The of the Christian Classics Ethereal Library (CCEL) is to build up the church by making classic Christian literature widely available and promoting its use for edification and study by interested Christians, seekers and scholars. The CCEL accomplishes this by selecting, collecting, distributing, and promoting valuable literature through the World Wide Web and other media.
Back in the early days, it was called Jesus Music … because people had just found Jesus, and wanted to tell people about it in a way that they would understand! Even into the 80’s and later, this was going on. Take, for example, Kerry Livgren of the group Kansas, who began putting some of the message of his newfound faith into his Kansas songs. In the early days, those who forged ahead, met a lot of opposition, and some unfortunately gave up! Others took it in stride and continued with their mission … to tell everyone they could about the change in their life. So although you may not be familiar with a lot of the very early music that’s on Classic Christian Hits Radio, without them, it would not be what it has become today … one of the most listened to and best selling genres available in the music world!
Within the classical Christian education movement, the Association of Classical and Christian Schools, the , the CLT exam, and the CiRCE Institute play a leading role. Much of this modern renaissance of classical education is owed to the essay "The Lost Tools of Learning", in which she describes the three stages of the trivium—grammar, logic and rhetoric—as tools by which a student can then analyze and master every other subject. Sayers' perspectives were popularized in the United States by the 1991 publication 's which inspired establishment of a number of classical Christian primary and secondary schools, and even a classical Christian college in 1994 (), that organized as the Association of Classical and Christian Schools in 1997. These schools combine teaching a "Biblical Worldview" (see Ch. 4 of ) with "classical teaching methods"(see Ch. 7 of ). As proposed by Sayers, the trivium is then viewed as three stages of learning which are linked to child development:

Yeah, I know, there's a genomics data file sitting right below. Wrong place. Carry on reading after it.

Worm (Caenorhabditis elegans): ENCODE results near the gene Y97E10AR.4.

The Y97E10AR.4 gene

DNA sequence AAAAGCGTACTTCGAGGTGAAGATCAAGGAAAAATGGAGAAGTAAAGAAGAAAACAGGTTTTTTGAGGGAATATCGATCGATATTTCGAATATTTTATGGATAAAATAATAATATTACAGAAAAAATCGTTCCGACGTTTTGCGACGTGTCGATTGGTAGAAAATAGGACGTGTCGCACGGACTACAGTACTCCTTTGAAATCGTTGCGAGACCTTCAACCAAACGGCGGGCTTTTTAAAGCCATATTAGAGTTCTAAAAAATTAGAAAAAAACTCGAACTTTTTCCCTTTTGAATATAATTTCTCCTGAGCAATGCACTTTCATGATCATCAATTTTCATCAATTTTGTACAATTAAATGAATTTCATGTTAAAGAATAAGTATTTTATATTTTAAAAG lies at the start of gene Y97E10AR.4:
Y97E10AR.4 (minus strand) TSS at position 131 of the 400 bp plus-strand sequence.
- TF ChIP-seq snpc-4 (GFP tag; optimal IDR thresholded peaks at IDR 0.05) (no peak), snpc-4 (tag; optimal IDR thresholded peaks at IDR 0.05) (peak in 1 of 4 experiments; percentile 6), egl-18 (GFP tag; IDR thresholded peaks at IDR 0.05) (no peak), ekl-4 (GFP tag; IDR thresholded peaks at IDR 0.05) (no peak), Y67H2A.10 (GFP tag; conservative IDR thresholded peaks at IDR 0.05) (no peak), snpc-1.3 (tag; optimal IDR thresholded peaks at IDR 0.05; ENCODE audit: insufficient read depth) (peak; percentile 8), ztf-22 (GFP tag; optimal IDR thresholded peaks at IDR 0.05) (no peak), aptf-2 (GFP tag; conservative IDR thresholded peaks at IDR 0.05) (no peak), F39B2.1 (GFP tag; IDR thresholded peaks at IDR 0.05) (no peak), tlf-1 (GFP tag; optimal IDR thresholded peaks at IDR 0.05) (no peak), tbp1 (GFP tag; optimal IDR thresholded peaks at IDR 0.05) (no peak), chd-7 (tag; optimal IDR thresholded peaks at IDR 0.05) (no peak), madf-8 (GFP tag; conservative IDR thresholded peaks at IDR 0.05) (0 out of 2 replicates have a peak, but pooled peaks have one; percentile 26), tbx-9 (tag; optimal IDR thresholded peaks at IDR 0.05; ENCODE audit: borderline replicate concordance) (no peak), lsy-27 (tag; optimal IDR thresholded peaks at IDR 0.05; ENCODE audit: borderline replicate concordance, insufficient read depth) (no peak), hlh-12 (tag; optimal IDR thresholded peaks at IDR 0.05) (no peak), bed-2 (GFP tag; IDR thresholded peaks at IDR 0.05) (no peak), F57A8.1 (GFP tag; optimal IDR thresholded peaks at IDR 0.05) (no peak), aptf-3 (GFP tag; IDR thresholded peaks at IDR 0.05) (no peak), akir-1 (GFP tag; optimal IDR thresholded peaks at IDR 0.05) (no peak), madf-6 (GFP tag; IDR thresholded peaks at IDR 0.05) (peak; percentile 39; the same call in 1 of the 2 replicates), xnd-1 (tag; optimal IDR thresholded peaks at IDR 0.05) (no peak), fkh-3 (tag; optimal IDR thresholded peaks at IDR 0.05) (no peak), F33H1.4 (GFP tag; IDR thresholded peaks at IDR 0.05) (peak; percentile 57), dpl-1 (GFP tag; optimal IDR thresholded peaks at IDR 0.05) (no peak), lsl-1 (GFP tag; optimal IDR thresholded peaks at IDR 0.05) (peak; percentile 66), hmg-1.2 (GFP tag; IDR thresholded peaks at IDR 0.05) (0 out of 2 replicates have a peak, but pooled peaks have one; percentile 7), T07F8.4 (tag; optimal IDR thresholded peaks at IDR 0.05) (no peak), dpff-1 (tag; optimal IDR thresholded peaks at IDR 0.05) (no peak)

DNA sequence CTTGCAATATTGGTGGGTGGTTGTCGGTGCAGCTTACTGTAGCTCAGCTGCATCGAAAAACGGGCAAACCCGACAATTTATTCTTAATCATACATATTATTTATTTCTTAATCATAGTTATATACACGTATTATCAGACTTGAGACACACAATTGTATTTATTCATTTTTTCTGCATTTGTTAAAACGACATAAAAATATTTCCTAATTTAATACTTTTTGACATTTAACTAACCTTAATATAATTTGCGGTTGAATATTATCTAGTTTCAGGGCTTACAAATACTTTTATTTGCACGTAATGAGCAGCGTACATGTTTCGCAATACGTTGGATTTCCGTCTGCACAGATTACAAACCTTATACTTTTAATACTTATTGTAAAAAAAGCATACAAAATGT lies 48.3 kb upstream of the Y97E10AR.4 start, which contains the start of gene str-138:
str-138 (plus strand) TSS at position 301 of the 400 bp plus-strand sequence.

Classical Christian education is characterized by a reliance on by authors such , , , , , and , and an integration of a into all subjects. In addition, classical Christian education exposes students to 's history, art and culture, teaching as early as the second grade and often offering several years of . Many schools have been marked by higher than average scores on standardized tests.